An article by Gaia Vince in New Scientist reports on a retinal prosthesis designed to help restore vision to blind people. After a prototype was successfully used in six people, further trials are set to begin. While cochlear implants are used to give deaf people some ability to hear, there has been no comparable, practical system for those who cannot see.
The system has several components. The user wears a pair of glasses with a built-in camera. The information is then transmitted to a wireless computer around the size of a mobile telephone that the user must keep with him. This computer processes the data, then transmits it to a receiver implanted in the user’s head. This is connected to a chip on the user’s retina. This all occurs extremely quickly, as discrepancy between perceived movement and visual changes would cause nausea and dizziness.
The device is still preliminary; the resolution is quite limited, naturally. But it is interesting that the brains of the patients seem to adapt to the limited visual input, and their vision improved over time. The article notes one patient’s observation:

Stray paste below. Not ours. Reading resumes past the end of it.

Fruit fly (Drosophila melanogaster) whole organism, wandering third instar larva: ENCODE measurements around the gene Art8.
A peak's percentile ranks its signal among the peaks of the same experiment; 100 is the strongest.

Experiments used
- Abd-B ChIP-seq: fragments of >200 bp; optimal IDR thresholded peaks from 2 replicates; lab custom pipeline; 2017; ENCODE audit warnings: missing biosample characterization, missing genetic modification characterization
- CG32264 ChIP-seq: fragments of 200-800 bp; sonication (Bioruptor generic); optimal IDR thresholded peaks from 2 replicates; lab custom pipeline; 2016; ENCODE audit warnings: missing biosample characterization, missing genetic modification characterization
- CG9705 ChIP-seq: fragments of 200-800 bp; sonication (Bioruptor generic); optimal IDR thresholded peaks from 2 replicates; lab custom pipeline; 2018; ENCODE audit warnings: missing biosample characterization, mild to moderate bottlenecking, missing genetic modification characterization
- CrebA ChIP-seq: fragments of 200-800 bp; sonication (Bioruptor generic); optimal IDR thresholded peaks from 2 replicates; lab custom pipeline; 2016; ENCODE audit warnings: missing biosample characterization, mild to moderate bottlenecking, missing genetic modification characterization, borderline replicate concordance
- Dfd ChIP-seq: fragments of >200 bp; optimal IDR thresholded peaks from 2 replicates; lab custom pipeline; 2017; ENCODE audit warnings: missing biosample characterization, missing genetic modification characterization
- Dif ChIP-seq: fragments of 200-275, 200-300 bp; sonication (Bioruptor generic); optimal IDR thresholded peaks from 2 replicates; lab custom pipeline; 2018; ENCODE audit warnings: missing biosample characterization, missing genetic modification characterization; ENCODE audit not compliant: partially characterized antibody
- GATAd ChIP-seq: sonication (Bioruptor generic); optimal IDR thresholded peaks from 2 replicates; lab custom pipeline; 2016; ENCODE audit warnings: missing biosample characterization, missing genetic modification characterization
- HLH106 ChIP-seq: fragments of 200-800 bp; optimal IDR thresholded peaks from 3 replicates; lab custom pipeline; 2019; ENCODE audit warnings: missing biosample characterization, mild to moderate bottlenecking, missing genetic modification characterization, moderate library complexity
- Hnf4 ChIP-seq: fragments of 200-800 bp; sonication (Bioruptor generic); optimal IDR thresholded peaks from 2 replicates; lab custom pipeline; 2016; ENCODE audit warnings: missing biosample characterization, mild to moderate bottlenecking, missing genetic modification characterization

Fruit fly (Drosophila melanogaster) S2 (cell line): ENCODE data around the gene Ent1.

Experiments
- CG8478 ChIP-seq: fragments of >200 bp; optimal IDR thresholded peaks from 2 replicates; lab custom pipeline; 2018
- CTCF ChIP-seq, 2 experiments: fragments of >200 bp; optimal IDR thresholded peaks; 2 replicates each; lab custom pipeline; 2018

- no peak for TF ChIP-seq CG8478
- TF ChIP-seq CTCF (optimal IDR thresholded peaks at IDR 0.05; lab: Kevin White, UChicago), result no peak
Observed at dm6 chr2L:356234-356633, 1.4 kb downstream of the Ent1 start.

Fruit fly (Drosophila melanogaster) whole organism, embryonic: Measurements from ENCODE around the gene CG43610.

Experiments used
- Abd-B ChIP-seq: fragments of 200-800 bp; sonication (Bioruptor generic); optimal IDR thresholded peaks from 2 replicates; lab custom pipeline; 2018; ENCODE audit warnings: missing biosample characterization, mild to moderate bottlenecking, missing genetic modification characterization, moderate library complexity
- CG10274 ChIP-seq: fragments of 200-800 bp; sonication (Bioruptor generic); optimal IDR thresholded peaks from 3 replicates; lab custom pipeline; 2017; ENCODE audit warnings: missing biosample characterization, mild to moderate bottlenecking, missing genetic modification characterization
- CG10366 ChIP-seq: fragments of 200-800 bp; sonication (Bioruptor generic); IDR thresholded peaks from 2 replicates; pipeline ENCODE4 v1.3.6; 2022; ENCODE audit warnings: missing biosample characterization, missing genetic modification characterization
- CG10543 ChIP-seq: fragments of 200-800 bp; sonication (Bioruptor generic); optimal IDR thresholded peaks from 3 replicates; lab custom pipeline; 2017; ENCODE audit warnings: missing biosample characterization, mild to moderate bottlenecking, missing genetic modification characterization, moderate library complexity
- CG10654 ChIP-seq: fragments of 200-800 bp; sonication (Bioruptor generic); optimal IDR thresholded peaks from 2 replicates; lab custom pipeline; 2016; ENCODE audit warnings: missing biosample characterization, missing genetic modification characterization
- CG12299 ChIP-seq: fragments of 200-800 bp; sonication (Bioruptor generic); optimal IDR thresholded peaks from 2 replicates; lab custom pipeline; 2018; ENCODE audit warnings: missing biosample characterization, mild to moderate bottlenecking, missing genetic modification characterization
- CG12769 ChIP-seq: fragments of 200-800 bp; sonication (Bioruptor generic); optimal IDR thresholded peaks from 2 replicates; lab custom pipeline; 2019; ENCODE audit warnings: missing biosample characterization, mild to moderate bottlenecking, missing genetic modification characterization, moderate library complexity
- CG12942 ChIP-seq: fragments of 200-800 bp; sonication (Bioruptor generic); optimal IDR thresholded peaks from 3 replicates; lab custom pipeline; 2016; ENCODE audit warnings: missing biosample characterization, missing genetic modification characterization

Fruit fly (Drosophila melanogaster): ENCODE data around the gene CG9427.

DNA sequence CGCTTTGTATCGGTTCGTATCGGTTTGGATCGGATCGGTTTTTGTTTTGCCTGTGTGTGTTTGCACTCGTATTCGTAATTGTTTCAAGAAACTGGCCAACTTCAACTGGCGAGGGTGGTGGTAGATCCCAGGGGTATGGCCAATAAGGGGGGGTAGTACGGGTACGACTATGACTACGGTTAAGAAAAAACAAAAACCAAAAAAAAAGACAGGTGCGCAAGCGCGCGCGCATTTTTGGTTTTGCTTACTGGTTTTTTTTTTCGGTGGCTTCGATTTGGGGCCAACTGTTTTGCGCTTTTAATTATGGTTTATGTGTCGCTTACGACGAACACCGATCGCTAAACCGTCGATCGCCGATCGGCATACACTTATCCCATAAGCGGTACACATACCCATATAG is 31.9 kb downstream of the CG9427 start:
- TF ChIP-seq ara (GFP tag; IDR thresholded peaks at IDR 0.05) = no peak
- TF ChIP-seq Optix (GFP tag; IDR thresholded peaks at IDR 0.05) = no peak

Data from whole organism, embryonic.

At the beginning, it was like seeing assembled dots — “now it’s much more than that,” says Terry Bryant, aged 58, who received the implant in 2002 after 13 years of blindness. “I can go into any room and see the light coming in through the window. When I am walking along the street I can avoid low hanging branches and I can cross a busy street.”
Similar to the cochlear implant, an intact nervous system is required. This prothesis links with the ganglion cells at the back of the eye and the signals travel over the optic nerve to the brain. Damage to any of these components—such as damage to the ganglion cells, injury to the optic nerve, or stroke—will result in blindness that this prosthesis cannot correct. For that, we’ll have to wait for new technology.
There was an interesting article in New Scientist today about research towards developing a “haptic” glove. This glove would simulate tactile information, analagous to the way a television screen simulates visual information or speakers simulate auditory information. However, simulating touch is much more difficult for several reasons.
One of the main ways we determine the texture of something is through vibration. As we run our fingers over it, different textures have different patterns of high and low points, and vibration sensors in our fingertips are stimulated differently. Touch is complex, though, since we may also pick up and manipulate an object. As Tom Simonite writes in New Scientist,